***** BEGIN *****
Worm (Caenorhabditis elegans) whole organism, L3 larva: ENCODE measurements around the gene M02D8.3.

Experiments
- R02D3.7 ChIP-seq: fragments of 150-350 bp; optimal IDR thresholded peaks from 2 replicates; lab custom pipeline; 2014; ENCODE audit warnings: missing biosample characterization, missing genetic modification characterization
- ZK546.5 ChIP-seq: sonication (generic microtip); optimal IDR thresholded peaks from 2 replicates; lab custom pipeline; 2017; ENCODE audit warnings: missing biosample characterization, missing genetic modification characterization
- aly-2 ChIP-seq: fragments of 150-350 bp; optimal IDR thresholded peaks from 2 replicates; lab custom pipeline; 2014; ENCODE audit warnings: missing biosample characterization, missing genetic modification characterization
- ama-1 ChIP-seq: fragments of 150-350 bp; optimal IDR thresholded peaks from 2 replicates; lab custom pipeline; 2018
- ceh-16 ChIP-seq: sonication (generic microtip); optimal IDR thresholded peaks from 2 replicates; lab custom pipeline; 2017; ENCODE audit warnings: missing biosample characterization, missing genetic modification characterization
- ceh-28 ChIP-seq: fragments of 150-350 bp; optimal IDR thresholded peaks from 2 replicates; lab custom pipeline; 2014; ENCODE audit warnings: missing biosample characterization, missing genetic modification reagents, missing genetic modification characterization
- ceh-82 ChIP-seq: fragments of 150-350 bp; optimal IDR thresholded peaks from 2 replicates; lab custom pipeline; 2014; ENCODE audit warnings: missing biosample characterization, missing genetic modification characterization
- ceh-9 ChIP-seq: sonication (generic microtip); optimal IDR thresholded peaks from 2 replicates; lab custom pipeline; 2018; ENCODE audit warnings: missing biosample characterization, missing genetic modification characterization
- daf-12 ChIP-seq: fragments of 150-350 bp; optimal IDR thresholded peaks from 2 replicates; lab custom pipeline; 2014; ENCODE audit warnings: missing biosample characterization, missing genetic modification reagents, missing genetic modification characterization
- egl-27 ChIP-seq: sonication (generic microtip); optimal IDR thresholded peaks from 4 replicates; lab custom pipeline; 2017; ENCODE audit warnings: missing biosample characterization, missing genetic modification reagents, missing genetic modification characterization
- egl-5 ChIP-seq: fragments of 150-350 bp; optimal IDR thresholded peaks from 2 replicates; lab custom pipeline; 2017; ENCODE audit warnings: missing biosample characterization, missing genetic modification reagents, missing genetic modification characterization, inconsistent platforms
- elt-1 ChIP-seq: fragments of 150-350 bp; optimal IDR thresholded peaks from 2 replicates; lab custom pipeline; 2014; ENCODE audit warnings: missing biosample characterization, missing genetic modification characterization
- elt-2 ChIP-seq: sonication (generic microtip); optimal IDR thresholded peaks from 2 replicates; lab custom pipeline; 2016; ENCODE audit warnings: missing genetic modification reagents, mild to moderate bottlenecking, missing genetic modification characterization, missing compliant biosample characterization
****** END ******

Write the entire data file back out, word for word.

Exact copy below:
Worm (Caenorhabditis elegans) whole organism, L3 larva: ENCODE measurements around the gene M02D8.3.

Experiments
- R02D3.7 ChIP-seq: fragments of 150-350 bp; optimal IDR thresholded peaks from 2 replicates; lab custom pipeline; 2014; ENCODE audit warnings: missing biosample characterization, missing genetic modification characterization
- ZK546.5 ChIP-seq: sonication (generic microtip); optimal IDR thresholded peaks from 2 replicates; lab custom pipeline; 2017; ENCODE audit warnings: missing biosample characterization, missing genetic modification characterization
- aly-2 ChIP-seq: fragments of 150-350 bp; optimal IDR thresholded peaks from 2 replicates; lab custom pipeline; 2014; ENCODE audit warnings: missing biosample characterization, missing genetic modification characterization
- ama-1 ChIP-seq: fragments of 150-350 bp; optimal IDR thresholded peaks from 2 replicates; lab custom pipeline; 2018
- ceh-16 ChIP-seq: sonication (generic microtip); optimal IDR thresholded peaks from 2 replicates; lab custom pipeline; 2017; ENCODE audit warnings: missing biosample characterization, missing genetic modification characterization
- ceh-28 ChIP-seq: fragments of 150-350 bp; optimal IDR thresholded peaks from 2 replicates; lab custom pipeline; 2014; ENCODE audit warnings: missing biosample characterization, missing genetic modification reagents, missing genetic modification characterization
- ceh-82 ChIP-seq: fragments of 150-350 bp; optimal IDR thresholded peaks from 2 replicates; lab custom pipeline; 2014; ENCODE audit warnings: missing biosample characterization, missing genetic modification characterization
- ceh-9 ChIP-seq: sonication (generic microtip); optimal IDR thresholded peaks from 2 replicates; lab custom pipeline; 2018; ENCODE audit warnings: missing biosample characterization, missing genetic modification characterization
- daf-12 ChIP-seq: fragments of 150-350 bp; optimal IDR thresholded peaks from 2 replicates; lab custom pipeline; 2014; ENCODE audit warnings: missing biosample characterization, missing genetic modification reagents, missing genetic modification characterization
- egl-27 ChIP-seq: sonication (generic microtip); optimal IDR thresholded peaks from 4 replicates; lab custom pipeline; 2017; ENCODE audit warnings: missing biosample characterization, missing genetic modification reagents, missing genetic modification characterization
- egl-5 ChIP-seq: fragments of 150-350 bp; optimal IDR thresholded peaks from 2 replicates; lab custom pipeline; 2017; ENCODE audit warnings: missing biosample characterization, missing genetic modification reagents, missing genetic modification characterization, inconsistent platforms
- elt-1 ChIP-seq: fragments of 150-350 bp; optimal IDR thresholded peaks from 2 replicates; lab custom pipeline; 2014; ENCODE audit warnings: missing biosample characterization, missing genetic modification characterization
- elt-2 ChIP-seq: sonication (generic microtip); optimal IDR thresholded peaks from 2 replicates; lab custom pipeline; 2016; ENCODE audit warnings: missing genetic modification reagents, mild to moderate bottlenecking, missing genetic modification characterization, missing compliant biosample characterization